A Parade of Elephants by Kevin Henkes, AND Egg and A Good Day

My daughter, who is twenty-five now, was raised on Kevin Henkes's first wave Mouse Books,  featuring Owen, Lily, Julius, Chrysanthemum, Chester and the inimitable Sheila Rae. In fact, we even had an interactive picture book CD-Rom of Sheila Rae Rae the Brave. These books, which are quite a bit longer than the bulk of picture books being published today, display one facet of Henkes's brilliance as a picture book author. As Bruce Handy writes in his excellent, expansive review of A Good Day for The New York Times, "Henkes's gift, or one of them, is that he retains a keen understanding of what those molehills look and feel like when you're small and powerless and everything around you is fresh, electric and, for the most part, inexplicable." Henkes is one of those rare authors who remember the emotions, not just the moments, of childhood, and can translate them into art. With his (longer) Mouse Books, which are rich with detail and humor, Henkes's takes the time to develop characters and show meaningful growth, creating unforgettable stories.
And, as he proves with his newest series of picture books that I think of as the Pastel Palette Series, Henkes is able to further distill these emotions into a handful of significant words and images that resonate deeply with kids and adults. Additionally, I pull these books off the shelf of my elementary school library often when I am working with a new, struggling reader. The words are simple and repetitious, the picture clues are marvelous and the books are completely engaging. While I read all these books out loud to classes often, I think they are truly best enjoyed one-on-one, with a little one snuggled in your lap.
A Parade of Elephants, Henkes's newest book, is perhaps the most playfully comforting of his Pastel Palette books. A parade of softly rounded, cheerfully pastel elephants march across the pages of this book with some counting and some concepts explored along the way. The true joy of the book is just watching the exploits of the elephants and wishing you could squeeze them. A small, poetically wonderful surprise toward the end of the book is a sweet signal that sleep is near.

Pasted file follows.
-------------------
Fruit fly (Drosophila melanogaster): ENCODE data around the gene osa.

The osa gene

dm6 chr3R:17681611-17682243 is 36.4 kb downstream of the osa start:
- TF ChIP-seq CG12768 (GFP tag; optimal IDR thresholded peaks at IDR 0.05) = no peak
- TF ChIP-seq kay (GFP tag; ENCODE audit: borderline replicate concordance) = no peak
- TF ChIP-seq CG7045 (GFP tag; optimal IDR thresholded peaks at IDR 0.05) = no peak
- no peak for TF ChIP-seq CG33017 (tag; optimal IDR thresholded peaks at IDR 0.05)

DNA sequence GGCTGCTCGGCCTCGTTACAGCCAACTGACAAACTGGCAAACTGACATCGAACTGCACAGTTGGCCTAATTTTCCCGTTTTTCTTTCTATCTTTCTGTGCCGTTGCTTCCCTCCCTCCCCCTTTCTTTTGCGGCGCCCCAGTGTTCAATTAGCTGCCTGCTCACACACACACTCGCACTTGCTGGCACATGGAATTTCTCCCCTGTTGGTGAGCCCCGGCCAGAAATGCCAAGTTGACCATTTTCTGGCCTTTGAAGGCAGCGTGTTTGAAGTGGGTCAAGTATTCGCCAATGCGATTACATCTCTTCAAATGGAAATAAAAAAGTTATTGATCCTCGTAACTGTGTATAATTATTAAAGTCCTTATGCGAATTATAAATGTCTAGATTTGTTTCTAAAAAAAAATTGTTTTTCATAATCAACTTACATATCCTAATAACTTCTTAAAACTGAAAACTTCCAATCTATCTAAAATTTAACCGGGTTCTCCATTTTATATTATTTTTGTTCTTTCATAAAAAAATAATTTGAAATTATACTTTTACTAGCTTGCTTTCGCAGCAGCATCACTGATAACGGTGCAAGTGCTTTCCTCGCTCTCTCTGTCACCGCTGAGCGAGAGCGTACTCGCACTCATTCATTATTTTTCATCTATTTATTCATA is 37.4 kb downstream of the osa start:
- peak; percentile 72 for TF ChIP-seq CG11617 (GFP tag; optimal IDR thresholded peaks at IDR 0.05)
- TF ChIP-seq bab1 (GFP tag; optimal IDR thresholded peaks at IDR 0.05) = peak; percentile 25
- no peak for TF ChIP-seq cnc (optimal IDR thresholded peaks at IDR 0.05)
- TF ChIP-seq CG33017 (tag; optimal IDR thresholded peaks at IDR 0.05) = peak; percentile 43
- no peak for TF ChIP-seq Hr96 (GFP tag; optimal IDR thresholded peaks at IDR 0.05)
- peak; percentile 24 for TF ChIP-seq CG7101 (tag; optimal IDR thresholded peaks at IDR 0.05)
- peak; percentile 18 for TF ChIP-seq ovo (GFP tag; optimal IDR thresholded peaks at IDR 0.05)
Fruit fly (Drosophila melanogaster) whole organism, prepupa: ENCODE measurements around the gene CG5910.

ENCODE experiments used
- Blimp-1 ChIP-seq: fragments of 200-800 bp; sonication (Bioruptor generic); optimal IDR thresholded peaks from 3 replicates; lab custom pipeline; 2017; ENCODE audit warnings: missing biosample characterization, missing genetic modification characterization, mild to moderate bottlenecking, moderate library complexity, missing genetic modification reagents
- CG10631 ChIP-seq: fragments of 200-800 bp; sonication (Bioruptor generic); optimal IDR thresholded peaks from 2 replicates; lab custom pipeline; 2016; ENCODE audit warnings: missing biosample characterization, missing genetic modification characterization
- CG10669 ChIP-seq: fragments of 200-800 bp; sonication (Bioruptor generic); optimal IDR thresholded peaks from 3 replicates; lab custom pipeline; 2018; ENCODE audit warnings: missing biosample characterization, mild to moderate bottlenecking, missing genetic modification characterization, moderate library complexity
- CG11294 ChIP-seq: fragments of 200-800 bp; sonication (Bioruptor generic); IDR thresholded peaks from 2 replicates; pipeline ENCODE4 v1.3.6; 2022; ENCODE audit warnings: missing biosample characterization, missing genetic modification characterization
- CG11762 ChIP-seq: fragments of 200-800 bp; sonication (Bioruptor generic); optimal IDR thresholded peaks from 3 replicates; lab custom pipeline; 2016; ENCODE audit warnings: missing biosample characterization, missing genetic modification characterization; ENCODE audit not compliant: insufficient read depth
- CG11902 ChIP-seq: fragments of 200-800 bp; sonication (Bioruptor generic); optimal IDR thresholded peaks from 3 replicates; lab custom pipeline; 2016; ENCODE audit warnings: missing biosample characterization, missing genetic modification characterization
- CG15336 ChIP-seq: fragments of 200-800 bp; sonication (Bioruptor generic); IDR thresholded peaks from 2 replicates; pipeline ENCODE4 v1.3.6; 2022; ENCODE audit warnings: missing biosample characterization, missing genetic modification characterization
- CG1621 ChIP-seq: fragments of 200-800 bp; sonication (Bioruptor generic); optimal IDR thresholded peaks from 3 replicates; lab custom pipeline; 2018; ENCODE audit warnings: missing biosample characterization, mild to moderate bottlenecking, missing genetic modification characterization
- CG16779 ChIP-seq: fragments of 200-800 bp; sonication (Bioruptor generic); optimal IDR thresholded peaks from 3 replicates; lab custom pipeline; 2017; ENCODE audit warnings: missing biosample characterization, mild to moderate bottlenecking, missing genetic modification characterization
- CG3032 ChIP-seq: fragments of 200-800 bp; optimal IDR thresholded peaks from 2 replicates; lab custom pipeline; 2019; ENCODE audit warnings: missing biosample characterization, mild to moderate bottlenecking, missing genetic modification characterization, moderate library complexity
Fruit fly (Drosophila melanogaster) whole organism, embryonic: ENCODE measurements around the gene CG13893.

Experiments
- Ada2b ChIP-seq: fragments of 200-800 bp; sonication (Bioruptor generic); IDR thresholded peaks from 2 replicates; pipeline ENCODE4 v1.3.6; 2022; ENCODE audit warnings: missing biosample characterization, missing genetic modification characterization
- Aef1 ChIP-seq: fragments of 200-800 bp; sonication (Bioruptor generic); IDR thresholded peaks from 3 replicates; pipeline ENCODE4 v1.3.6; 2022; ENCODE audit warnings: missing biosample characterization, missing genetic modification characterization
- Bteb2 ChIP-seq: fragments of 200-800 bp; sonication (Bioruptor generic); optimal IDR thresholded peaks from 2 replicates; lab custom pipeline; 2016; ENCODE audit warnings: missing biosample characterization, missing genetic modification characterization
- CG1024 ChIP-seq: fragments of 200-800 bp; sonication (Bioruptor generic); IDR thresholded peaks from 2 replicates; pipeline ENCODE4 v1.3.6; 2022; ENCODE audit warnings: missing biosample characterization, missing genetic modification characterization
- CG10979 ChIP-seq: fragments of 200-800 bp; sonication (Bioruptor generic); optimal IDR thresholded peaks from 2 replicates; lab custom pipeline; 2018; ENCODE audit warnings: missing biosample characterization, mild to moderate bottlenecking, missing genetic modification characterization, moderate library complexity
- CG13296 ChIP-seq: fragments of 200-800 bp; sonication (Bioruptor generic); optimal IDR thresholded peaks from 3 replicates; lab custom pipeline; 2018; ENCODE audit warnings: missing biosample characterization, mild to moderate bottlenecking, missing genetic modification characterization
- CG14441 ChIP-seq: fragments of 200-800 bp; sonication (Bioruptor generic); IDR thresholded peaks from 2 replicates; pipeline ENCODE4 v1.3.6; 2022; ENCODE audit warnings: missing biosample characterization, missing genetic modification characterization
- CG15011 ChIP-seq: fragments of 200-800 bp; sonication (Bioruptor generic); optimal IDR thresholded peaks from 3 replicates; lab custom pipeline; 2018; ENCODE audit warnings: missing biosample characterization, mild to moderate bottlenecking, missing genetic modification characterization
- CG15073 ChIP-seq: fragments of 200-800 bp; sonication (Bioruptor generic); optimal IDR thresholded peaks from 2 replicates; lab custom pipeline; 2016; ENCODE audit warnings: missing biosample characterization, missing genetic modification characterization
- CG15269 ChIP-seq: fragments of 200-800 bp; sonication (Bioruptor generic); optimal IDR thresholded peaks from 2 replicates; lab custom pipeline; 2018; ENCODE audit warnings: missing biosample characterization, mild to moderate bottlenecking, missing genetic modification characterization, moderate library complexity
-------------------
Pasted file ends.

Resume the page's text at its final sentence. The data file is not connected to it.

egg is such a fun book to read with little kids.  Three eggs hatch, but what about the fourth? Without giving too much away, I will leave you with the knowledge that it does not contain a bird... What egg does contain is Henkes's trademark gentleness, thoughtfulness and kindness, even in the midst of suspense and surprise.

A Good Day is one of my all-time, top five favorite picture books, both for the emotions explored, the joy that bursts off the page and the first line, which delights me every time I read it, which has been close to 100. A Good Day begins, "It was a bad day. . . "
Little yellow bird loses his best tail feather. Little white dog gets her leash tangled in the fence. Then the story escalates. Little orange fox can't find his mother. And little brown squirrel loses her nut. But then . . . A Good Day takes a turn and turns into a truly good day, guaranteed to make you smile and maybe even shed a little tear. If you ever find yourself having to talk about mindset with a child, this book is THE place to start!

I reviewed Waiting when it came out in 2015. It both fits in and stands out from the Pastel Palette. Waiting is Henkes's acknowledgment of something that kids do A LOT OF and also a gift in that he presents it in a way that takes the negative spin off of it. 

Toys on a windowsill wait, each one waiting for something different, while one waits for nothing in particular at all. And each toy representing an aspect of the imaginative play that is so developmentally meaningful in a child's life. As they wait, the view out the window shows the changing of the seasons, the passing of time and the small moments that add up, turning us into the people we are.

While I think that every child should have the gift of growing up with all of Kevin Henkes's books, if s/he could only have a few, I would say, read these four, early and often. 

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